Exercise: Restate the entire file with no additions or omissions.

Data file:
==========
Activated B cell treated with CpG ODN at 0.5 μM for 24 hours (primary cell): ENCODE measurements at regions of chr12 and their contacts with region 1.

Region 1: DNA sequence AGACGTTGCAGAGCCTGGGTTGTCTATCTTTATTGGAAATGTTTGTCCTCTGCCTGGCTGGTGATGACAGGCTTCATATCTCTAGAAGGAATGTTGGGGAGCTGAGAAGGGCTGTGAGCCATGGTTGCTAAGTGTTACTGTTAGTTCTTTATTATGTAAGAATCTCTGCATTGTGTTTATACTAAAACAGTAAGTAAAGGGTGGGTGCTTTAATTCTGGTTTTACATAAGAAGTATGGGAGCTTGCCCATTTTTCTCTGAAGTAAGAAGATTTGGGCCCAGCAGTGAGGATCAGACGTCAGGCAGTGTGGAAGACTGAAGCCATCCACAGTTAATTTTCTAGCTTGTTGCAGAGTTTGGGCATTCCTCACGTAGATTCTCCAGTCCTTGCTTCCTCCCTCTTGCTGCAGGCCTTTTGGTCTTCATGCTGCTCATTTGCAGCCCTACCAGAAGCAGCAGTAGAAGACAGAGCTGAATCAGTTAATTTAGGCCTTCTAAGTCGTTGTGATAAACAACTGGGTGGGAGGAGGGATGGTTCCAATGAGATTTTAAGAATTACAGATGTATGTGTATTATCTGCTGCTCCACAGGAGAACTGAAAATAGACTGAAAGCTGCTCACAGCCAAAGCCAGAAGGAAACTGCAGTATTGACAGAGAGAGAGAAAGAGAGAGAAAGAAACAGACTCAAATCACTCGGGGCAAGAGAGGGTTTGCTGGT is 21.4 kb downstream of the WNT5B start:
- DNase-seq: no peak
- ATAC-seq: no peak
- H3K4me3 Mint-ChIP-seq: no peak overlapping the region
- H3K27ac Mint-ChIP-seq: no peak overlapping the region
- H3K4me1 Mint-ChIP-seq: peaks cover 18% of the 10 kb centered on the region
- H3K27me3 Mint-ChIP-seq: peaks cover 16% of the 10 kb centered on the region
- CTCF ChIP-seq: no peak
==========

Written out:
Activated B cell treated with CpG ODN at 0.5 μM for 24 hours (primary cell): ENCODE measurements at regions of chr12 and their contacts with region 1.

Region 1: DNA sequence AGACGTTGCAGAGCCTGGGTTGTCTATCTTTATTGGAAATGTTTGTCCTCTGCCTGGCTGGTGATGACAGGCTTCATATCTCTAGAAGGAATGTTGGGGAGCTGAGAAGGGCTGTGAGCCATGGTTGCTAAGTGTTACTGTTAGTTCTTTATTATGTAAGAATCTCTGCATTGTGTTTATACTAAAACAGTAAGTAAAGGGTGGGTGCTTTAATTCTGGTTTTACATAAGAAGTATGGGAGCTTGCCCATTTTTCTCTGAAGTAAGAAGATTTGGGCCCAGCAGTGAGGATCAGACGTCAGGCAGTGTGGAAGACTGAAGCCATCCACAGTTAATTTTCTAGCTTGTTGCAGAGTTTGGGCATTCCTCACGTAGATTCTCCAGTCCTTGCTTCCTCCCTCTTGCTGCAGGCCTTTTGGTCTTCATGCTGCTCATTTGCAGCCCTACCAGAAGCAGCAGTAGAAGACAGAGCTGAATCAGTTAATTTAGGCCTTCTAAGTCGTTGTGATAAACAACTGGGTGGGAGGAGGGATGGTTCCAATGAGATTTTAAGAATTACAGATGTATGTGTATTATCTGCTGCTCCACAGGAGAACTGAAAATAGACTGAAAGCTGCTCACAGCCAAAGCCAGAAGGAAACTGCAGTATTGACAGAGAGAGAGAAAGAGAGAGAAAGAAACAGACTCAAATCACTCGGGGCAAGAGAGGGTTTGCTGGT is 21.4 kb downstream of the WNT5B start:
- DNase-seq: no peak
- ATAC-seq: no peak
- H3K4me3 Mint-ChIP-seq: no peak overlapping the region
- H3K27ac Mint-ChIP-seq: no peak overlapping the region
- H3K4me1 Mint-ChIP-seq: peaks cover 18% of the 10 kb centered on the region
- H3K27me3 Mint-ChIP-seq: peaks cover 16% of the 10 kb centered on the region
- CTCF ChIP-seq: no peak